It was an ordinary day. Until, suddenly, it wasn’t.
I had big plans for Thursday. The house was a mess. My hospital bag needed a few items before it was finished. I was going to make a white chocolate torte in the afternoon, because some days are white chocolate torte days, and that felt like one of them. I just had another antenatal appointment at the Royal Berks to get through first.
We weren’t friends these days, the Royal Berks and me. I had a snarky blog post all written about how their obsession with collecting my bodily fluids was getting in the way of our relationship. ‘You have some of the early signs of pre-eclampsia’, they kept saying, after I’d spent another three hours being poked with needles and hooked up to baby monitors, ‘but we’re not concerned. Yet. Come in next week. And bring in another milk bottle of urine, because we love those.’ I sped to the hospital at an unearthly hour in the morning, cursed my way through several roadwork diversions, went the wrong way round the one-way system in the car park and had a squashy-faced old man glare at me like I’d emptied my special milk bottle over his head, then misjudged the distance in the parking space and ran into the wall, and was beginning to feel like one white chocolate torte wouldn’t be enough.
‘You’re back!’ said the blood-taking lady with the moustache I’d met earlier in the week. ‘Do they want another sample already?’
‘Apparently’, I smiled, pushing my special milk bottle under the chair with my foot, since I don’t like to show large quantities of my waste to strangers.
‘Well. Thirty-eight weeks, right? You’ll be ready to have it soon, whatever happens’, she said.
‘Oh, I hope so’, I groaned. Dramatic Irony Fairy looked up from the corner and coughed, hammily, but I was too busy gathering up my keg of wee to notice.
An hour later, a doctor was telling me that they’d finally collected enough of my fluids to conclude that I needed to have this baby today.
In a panic, I called Timothy. ‘Today. TODAY. Tim, my hospital bag isn’t finished. We don’t have the crib set up. And I didn’t do any of the housework!’
Not even unexpected babies faze the Unflappable King of Crises. He leapt on his bike (insert superhero music here), cycled seven miles in a torrential thunderstorm, paused to wring out his t-shirt in the train toilet, and landed dripping on the hospital carpet before you could say ‘awkward personal place examination’, which, coincidentally, was what was happening to me upstairs.
Once I’d written a list of things we needed, he’d gone home to get them, and I’d eaten a really big bag of prawn cocktail crisps, the shock had worn off a bit. Tim promised that if there wasn’t time for him to do the housework by the time we were sent home, we could gently swaddle the baby Jeffcoat in the mountain of clean laundry at the foot of our bed, thus solving the crib problem at the same time.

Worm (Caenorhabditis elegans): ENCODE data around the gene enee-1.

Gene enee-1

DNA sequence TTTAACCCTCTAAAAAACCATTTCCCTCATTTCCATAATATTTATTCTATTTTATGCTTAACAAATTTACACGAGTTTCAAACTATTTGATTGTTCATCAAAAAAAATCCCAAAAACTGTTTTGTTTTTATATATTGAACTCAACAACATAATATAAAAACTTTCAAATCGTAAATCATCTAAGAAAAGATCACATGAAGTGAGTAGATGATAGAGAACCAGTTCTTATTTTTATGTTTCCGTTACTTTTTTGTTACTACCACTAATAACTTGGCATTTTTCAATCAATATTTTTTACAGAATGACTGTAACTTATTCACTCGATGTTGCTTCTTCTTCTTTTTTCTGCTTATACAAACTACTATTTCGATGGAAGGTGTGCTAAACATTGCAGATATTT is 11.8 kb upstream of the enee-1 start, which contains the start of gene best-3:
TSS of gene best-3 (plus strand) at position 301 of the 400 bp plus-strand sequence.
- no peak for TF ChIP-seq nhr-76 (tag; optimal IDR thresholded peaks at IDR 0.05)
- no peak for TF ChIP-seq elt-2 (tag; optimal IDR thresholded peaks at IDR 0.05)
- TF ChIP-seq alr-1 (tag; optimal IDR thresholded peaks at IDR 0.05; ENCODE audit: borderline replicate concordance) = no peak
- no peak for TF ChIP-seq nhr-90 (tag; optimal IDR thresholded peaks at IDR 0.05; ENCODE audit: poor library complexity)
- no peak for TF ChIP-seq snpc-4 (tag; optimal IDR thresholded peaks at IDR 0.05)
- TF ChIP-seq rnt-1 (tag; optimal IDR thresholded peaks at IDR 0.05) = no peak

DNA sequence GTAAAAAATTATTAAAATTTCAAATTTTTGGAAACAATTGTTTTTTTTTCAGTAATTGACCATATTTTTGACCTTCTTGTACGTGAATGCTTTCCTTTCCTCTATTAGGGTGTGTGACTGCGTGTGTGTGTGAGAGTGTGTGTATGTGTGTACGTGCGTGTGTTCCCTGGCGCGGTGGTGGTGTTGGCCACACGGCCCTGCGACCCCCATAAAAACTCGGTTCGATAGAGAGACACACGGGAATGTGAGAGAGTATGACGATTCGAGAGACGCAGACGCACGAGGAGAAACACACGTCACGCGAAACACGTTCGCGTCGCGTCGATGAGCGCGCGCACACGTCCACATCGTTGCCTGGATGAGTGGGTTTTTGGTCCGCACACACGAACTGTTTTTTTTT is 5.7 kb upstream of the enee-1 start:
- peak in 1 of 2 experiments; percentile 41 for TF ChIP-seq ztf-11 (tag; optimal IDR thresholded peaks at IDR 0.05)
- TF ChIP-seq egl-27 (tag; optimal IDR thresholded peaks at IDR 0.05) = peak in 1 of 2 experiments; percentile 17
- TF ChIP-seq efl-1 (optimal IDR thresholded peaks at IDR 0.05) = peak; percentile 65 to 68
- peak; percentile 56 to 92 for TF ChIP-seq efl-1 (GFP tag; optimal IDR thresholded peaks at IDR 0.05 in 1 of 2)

By 6.30 that evening, my uterus was ready to rock.
Inducing a baby that isn’t ready to come out on its own is a tricky business. Sometimes the hormone drip doesn’t work at all. Sometimes it takes hours and hours. And sometimes it works far too well, and your contractions are so strong you need extra pain relief you hadn’t planned for. But I’d barely been on the drip for fifteen minutes when the contractions started, all by themselves. For the first hour or so I hung onto Timothy’s neck and breathed with the smell of his collar in my nose. Then they got worse, and I forgot about everything except the gas-and-air nozzle in my teeth and the grip of his hand and the need to breathe, and move, and breathe, and move until it was over. The midwives changed shift, and the second one was blonde and jolly and wonderful. She put her hand on my back and told me I was doing brilliantly.
It changed soon after that: the pain stayed hot and pulsing in my back, but I felt like there was a large stone in my nether regions that needed to be evacuated, pronto. I realised that this was the ‘urge to push’ everyone kept going on about, and the stone was TJ’s head, and that meant my body knew exactly what it was doing, and it was almost over. The last part was optimistic. I pushed for an hour and a half. And I think I sobbed, and I definitely said I didn’t want to do it anymore, and Tim has the bruises to prove how hard I squeezed his hand. A doctor came in and said that it was taking too long, and they had me on my back with my legs in stirrups and were about to use that big sucky thing that looks more like it was meant for plunging a toilet, and I knew I didn’t want any of that action, so pushed one last push with every muscle in my body.
And out he came. I can’t say I looked at him and felt an overwhelming rush of love and belonging, like they talk about in all the baby books. What I felt was relief, and bewilderment, and a strong sense of unreality. I knew he was mine, but it felt like he’d been lent to us for a morning, and we’d be checking him back in before we went home.
A few hours later, I’d been moved to the ward upstairs, Timothy had gone home to sleep and sort out that pile of swaddling laundry, and it was just me and the little person we’d just decided to call Henry. He blinked out of his crib at me, and I remembered that I could pick him up any old time I wanted. So I did. He looked at me, and I held his head in my hands and realised I’d already memorised every inch of his face. I told him that I was his mother. I told him what a wonderful boy he was going to be, and how much we loved him, and that we were so excited he was here. And I knew, with a heart-deep sting of truthfulness, that I meant every word.